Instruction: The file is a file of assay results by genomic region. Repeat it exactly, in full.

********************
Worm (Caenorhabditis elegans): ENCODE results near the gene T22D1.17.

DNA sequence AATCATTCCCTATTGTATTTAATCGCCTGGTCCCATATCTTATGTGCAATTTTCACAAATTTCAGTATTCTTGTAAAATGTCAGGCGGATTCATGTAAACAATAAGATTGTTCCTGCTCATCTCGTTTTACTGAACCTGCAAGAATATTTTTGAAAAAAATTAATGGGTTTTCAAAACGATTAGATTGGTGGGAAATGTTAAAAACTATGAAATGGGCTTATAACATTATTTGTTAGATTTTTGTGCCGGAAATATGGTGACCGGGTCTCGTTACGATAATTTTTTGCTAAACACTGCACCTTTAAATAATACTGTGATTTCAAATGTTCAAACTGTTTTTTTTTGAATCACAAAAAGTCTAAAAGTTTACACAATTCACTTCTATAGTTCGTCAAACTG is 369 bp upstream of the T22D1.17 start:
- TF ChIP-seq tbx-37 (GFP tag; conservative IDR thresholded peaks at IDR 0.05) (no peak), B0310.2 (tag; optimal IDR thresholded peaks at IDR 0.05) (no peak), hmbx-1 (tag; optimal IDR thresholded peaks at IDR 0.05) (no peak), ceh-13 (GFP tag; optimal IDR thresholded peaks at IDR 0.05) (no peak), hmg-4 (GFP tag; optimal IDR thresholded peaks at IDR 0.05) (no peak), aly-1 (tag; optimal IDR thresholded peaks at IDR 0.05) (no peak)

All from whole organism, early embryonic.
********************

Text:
Worm (Caenorhabditis elegans): ENCODE results near the gene T22D1.17.

DNA sequence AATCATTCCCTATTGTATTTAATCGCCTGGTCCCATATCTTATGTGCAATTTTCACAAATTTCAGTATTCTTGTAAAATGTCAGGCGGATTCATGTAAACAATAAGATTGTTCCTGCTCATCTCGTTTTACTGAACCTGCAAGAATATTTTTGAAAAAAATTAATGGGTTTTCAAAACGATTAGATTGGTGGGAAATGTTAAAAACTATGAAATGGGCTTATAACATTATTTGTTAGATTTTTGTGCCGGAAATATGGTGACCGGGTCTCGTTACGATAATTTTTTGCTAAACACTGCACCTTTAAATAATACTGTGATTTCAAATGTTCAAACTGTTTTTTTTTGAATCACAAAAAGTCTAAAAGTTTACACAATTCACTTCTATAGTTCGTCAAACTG is 369 bp upstream of the T22D1.17 start:
- TF ChIP-seq tbx-37 (GFP tag; conservative IDR thresholded peaks at IDR 0.05) (no peak), B0310.2 (tag; optimal IDR thresholded peaks at IDR 0.05) (no peak), hmbx-1 (tag; optimal IDR thresholded peaks at IDR 0.05) (no peak), ceh-13 (GFP tag; optimal IDR thresholded peaks at IDR 0.05) (no peak), hmg-4 (GFP tag; optimal IDR thresholded peaks at IDR 0.05) (no peak), aly-1 (tag; optimal IDR thresholded peaks at IDR 0.05) (no peak)

All from whole organism, early embryonic.